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Q&A #495

Teachers' Lounge Discussion: Rounding numbers to the nearest ten

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From: Gail 
To: Teacher2Teacher Public Discussion
Date: 2000073117:32:05
Subject: Re:  Rounding numbers

I want to second Mary's assertion that place value is an important
part of rounding.  I don't allow my fifth grade students to use the
0-4 and 5-9 "rule" when they round.  Instead, they have to decide if
the number they are working with is more, or less, than half way to
the next consective ten  / hundred  /  thousand   or whatever place
value we are rounding to.

That means they need to be able to determine what the two consecutive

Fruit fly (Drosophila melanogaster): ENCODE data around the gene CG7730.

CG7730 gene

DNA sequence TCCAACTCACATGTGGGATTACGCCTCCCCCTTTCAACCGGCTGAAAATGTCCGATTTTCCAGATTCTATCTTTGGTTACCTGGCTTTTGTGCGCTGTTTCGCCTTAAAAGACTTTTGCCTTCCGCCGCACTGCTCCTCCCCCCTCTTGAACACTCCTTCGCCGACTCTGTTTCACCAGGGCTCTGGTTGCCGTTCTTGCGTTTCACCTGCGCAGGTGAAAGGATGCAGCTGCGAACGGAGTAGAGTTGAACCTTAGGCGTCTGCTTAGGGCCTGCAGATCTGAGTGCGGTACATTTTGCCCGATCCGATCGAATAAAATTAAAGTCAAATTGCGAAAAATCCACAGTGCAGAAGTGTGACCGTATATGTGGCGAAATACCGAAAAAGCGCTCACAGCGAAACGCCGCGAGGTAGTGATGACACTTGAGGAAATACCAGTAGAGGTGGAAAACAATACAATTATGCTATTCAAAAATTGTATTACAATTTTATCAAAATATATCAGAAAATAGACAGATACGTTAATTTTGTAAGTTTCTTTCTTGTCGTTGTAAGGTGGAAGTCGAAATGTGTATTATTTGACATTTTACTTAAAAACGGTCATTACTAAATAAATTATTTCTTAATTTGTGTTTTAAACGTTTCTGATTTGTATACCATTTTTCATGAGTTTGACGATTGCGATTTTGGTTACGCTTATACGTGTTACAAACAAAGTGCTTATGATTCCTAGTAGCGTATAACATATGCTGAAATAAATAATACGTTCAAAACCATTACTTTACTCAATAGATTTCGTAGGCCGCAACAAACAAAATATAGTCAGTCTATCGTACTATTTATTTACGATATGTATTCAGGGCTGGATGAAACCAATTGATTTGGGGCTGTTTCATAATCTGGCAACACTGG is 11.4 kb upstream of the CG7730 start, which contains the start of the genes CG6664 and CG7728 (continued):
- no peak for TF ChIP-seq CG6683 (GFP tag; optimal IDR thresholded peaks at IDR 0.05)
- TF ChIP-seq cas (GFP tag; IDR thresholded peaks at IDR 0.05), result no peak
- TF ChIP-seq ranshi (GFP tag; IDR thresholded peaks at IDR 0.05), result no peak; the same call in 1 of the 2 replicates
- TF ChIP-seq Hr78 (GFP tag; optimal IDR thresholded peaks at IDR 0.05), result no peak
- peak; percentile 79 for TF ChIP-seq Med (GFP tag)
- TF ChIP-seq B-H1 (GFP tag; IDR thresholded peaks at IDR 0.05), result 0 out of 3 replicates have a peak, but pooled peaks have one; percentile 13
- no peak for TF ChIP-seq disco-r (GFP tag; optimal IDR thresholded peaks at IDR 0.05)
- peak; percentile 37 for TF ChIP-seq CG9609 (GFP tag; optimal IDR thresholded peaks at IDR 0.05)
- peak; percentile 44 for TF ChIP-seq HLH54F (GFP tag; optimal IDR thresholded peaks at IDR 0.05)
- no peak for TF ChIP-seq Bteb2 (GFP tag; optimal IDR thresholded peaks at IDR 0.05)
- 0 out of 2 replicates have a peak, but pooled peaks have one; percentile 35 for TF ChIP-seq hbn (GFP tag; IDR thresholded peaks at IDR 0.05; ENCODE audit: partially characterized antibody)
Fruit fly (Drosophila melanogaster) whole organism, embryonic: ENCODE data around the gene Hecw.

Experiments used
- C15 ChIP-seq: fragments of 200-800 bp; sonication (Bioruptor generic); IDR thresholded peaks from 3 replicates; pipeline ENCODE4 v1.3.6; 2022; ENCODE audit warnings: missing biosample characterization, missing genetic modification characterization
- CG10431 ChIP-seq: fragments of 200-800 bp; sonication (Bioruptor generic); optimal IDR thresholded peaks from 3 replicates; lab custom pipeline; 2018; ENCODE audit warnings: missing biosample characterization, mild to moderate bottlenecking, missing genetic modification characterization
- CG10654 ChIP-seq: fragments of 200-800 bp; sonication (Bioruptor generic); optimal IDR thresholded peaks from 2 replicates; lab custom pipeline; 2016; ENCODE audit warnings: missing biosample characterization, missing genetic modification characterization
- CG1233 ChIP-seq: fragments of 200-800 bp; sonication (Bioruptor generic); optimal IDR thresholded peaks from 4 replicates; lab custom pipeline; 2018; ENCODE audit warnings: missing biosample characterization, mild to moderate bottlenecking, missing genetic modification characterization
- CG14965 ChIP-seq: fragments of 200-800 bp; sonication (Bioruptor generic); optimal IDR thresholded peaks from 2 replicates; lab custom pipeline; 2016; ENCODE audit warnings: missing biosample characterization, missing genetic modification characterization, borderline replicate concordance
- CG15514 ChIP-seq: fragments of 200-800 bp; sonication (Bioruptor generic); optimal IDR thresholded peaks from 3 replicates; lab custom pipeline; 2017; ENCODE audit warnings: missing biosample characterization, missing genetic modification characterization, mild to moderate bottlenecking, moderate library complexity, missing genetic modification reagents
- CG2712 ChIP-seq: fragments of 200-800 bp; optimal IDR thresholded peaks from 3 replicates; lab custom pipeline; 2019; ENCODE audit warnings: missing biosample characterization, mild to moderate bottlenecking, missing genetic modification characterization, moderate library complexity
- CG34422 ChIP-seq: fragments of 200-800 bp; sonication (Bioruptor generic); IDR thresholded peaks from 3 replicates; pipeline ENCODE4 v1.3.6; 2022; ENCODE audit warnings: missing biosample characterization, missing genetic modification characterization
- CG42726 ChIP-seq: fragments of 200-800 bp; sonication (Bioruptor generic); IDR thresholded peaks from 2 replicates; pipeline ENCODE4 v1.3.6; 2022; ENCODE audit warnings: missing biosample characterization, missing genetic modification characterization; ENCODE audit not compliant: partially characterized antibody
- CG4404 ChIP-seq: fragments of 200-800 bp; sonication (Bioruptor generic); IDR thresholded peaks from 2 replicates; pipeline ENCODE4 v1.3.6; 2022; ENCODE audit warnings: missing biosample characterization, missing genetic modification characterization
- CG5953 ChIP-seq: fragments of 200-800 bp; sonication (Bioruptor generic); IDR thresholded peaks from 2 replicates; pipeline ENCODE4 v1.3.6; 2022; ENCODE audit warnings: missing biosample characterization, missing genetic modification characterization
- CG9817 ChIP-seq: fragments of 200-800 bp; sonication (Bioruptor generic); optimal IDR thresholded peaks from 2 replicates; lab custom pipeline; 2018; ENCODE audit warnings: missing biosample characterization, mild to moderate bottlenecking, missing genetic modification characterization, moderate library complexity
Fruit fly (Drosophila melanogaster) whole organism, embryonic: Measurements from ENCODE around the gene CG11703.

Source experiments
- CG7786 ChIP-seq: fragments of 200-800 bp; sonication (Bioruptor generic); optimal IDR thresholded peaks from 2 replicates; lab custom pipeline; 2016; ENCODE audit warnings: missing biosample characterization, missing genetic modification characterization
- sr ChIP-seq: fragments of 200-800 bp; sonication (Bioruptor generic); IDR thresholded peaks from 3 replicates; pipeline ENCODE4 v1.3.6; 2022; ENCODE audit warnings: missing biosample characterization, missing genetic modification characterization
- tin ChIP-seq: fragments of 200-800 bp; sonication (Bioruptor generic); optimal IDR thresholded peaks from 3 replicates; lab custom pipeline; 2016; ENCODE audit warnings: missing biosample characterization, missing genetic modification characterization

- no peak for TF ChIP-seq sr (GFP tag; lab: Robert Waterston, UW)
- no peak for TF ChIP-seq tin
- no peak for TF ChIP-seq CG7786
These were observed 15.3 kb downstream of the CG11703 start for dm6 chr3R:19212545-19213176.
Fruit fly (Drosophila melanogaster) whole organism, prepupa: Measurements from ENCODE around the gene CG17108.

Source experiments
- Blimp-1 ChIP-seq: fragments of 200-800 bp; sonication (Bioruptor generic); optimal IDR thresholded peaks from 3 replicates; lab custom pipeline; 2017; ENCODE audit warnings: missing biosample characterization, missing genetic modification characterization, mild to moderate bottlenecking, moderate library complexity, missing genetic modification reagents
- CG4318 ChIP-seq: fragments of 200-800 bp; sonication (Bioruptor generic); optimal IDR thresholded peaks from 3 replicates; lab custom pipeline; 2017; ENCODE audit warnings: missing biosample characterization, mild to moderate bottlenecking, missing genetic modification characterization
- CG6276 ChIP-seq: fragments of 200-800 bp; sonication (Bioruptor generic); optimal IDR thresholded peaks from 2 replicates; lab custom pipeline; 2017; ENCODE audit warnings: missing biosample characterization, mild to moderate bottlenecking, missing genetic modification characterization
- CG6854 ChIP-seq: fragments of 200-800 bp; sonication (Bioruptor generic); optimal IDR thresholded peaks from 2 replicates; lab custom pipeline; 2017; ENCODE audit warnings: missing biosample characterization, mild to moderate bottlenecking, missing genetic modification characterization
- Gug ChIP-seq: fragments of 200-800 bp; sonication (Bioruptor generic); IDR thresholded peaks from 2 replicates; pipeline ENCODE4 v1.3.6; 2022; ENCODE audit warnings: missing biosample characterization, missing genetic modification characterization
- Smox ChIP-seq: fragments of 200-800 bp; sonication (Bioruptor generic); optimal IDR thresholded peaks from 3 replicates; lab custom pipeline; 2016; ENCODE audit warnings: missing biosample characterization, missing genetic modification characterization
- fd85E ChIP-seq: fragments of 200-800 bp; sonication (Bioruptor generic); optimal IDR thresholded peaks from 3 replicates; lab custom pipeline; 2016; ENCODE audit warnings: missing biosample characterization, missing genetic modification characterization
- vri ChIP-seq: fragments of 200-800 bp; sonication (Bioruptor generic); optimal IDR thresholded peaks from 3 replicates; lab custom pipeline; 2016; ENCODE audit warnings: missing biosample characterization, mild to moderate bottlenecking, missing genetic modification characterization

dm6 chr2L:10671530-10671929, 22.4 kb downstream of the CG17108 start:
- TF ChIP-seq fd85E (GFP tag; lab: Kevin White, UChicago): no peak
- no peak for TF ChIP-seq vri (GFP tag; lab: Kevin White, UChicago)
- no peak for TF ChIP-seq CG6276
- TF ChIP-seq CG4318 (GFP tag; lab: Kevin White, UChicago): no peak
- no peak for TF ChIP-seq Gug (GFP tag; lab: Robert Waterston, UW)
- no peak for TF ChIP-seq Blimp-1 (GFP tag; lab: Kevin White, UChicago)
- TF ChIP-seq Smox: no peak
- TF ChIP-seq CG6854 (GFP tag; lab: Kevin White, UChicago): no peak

multiples are "surrounding that amount (for example, if the amount is
1538, and we are rounding to the nearest hundred, then the two
consecutive hundreds are 1500 and 1600.  If we are rounding to the
nearest thousand, then the two consecutive thousands are 1000 and
2000.

Once they can identify the surrounding multiples, they need to be able
to locate and name the midpoint on that line (for the above examples,
1550, or 1500), and then they need to be able to identify the location
of the amount they are concerned with on a numberline (for the example
amounts above, 1538 would be before the midpoint for 1550 and 1600,
but after the midpoint for 1000 and 2000).

This practice has paid off.  Because we used the idea of "halfway" so
often, now that we are multiplying decimal amounts, when we have a
problem like .4 X .68, we know we can say that it is about "one half"
times .68, or one half of .68.  The understanding with regard to
rounding has transferred and extended to a new topic.

 -Gail, for the Teacher2Teacher service


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